Mr Vogel ends up in the witness chair and reports how he became aware of the witch through her screams and then alerted the police. However, Mr Vogel's "bird-like" perceptions of the crime are questioned. Finally, Mrs Cat, the witch's pet, is summoned. She makes the intriguing statement that children have visited the witch's house several times and that their whereabouts are still unknown.

The initial protests from the auditorium culminate in an uprising by a witch's supporter, who has been campaigning for years against the unequal treatment of mythical creatures. Posters and corresponding chants included. The bailiff makes short work of this and escorts the troublemaker out of the courtroom to the laughter of the almost 100 spectators.

The state of the proceedings seems too confused. The witch is questioned again, but ends up becoming entangled in contradictions and carelessly says that the children who had previously visited her are "in a better place now". The judge closes the hearing of evidence and interrupts the trial for 15 minutes.

The closing arguments resound through the courtroom. The spectators and the jury listen to the final words of this trial. The prosecution is vindicated in its accusations and requests the conviction of the accused children. The defence focuses on the protection of the children and their suffering under the witch's rule. After all, the witch had repeatedly raved about children's bacon, according to Mrs Katze's testimony. The defence remains unimpressed by the prosecution's arguments and requests that the children be acquitted. Hansel and Gretel have the last word and emphasise their fear of death in this situation. In the end, the jury retires to deliberate after the approximately two-hour trial.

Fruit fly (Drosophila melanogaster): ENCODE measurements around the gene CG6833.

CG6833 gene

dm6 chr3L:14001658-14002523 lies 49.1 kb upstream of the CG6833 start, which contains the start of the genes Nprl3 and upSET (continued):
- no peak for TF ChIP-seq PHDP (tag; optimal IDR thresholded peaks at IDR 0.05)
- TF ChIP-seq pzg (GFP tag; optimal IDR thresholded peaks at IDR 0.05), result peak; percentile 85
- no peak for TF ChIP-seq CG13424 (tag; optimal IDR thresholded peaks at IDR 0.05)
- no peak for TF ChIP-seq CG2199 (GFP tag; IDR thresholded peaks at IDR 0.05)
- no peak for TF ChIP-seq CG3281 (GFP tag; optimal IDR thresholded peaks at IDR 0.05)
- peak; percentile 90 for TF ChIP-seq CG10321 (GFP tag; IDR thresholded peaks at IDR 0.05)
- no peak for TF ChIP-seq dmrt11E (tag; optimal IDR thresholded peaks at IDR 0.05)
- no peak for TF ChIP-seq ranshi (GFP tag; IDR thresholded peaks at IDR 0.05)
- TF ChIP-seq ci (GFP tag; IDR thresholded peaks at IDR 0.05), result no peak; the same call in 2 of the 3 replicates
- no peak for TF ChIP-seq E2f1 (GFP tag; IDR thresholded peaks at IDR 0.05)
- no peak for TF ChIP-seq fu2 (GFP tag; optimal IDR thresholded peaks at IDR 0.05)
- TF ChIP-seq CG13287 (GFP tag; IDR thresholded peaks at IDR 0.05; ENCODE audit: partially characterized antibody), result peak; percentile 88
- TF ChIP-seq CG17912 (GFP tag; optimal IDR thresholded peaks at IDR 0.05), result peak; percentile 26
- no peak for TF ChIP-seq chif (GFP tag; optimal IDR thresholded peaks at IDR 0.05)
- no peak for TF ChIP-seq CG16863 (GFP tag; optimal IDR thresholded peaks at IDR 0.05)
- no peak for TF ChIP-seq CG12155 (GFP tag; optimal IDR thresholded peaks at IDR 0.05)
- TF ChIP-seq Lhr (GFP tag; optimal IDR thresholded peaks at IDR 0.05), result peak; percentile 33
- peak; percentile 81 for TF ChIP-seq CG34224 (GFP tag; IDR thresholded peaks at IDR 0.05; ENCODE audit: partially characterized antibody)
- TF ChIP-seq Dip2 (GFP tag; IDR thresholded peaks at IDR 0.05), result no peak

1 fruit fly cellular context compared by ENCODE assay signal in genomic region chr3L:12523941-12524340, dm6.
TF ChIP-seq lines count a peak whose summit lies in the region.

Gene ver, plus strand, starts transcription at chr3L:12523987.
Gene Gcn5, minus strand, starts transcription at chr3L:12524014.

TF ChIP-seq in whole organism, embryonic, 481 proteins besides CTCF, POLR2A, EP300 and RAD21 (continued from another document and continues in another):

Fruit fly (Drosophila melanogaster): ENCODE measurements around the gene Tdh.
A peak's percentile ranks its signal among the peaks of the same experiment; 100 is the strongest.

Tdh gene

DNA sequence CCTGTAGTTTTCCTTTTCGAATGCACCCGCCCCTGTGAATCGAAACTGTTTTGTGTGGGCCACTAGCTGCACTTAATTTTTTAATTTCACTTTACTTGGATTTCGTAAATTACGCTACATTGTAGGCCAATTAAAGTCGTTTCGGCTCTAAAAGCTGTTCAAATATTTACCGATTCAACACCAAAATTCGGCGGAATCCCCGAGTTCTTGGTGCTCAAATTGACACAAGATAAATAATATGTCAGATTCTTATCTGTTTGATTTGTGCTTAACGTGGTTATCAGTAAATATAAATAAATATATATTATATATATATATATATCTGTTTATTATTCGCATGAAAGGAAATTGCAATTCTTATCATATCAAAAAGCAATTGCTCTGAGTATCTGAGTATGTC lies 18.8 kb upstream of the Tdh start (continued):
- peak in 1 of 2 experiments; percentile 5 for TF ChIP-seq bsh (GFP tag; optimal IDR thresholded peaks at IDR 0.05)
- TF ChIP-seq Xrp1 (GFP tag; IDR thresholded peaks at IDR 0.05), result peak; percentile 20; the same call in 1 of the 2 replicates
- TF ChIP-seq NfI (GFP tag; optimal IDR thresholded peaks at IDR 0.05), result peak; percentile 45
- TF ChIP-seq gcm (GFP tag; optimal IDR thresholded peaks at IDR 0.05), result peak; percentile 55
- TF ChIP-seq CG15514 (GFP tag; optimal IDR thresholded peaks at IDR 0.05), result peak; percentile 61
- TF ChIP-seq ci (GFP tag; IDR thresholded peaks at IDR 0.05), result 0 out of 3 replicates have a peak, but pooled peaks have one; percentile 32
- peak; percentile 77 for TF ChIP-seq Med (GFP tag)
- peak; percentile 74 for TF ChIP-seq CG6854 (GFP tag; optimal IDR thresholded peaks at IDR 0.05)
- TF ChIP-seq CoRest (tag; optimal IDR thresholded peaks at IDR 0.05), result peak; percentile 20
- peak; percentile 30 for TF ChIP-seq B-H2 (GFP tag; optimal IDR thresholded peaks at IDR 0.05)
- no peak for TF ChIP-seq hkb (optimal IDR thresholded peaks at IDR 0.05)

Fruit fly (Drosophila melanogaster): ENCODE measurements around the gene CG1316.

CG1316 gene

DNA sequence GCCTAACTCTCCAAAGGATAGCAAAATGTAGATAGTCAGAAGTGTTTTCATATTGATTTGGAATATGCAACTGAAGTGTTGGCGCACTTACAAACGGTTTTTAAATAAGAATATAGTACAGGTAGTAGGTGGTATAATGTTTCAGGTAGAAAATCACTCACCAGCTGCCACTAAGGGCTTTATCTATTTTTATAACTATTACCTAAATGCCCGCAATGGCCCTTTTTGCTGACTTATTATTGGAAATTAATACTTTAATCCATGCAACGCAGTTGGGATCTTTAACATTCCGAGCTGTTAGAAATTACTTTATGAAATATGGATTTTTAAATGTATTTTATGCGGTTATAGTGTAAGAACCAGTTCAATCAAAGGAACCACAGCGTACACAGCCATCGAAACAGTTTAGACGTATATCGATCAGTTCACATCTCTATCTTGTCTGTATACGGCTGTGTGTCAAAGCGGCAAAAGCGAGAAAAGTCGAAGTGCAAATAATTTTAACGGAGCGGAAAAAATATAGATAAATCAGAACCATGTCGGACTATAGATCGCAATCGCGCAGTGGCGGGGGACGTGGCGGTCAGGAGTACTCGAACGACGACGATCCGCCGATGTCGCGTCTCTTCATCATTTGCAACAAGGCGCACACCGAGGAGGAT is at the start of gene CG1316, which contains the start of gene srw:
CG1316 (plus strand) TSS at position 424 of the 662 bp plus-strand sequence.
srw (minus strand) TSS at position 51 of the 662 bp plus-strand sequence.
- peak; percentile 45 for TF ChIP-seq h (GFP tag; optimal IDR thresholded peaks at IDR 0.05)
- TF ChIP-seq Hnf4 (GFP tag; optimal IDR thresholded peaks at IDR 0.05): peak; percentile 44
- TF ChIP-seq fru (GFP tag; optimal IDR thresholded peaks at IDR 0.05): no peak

The verdict is: 6 votes in favour of conviction and 14 in favour of acquittal of the children. The costs of the trial are imposed on the fabulous state treasury.

In the follow-up discussion with the 15 or so participants in the ELSA Fairytale Moot Court, it becomes clear how much fun the parties had in the preparation and also the trial itself. The prosecution had put so much pressure on the defence that they really had to stay focused in their structure. The authenticity of the individual roles was emphasised by the matching costumes and the audience could also feel the chill of the fairytale forest on their own bodies. A surreal world opened up for the audience between the young public prosecutor with robe and Macbook on the one side and mythical creatures and frightened children on the other. All under the direction of a presiding judge in a white wig. It remains to be seen what a fairytale trial awaits us next year. If you don't want to appear in the courtroom yourself, a seat in the auditorium is definitely recommended!

Written by Simon Weber (Hannover Law Review)

Who or what is ELSA?

ELSA stands for "European Law Students' Association" and is the world's largest association for law students. It was founded in 1981 with the aim of promoting dialogue among young Europeans and facilitating intercultural exchange. Our faculty group in Hanover is part of a network of 60,000 law students at over 400 faculties in 43 different countries. In Germany alone, over 12,500 law students in 43 cities are active in ELSA.

Further information is available at www.elsa-hannover.de and instagram.com/elsa_hannover.

Moot Courts at the Faculty of Law

The Faculty of Law at Leibniz Universität Hannover takes part in numerous national and international moot court competitions and organises its own. You can find more information about the focus of the individual competitions and how you can take part here.

Published by PSR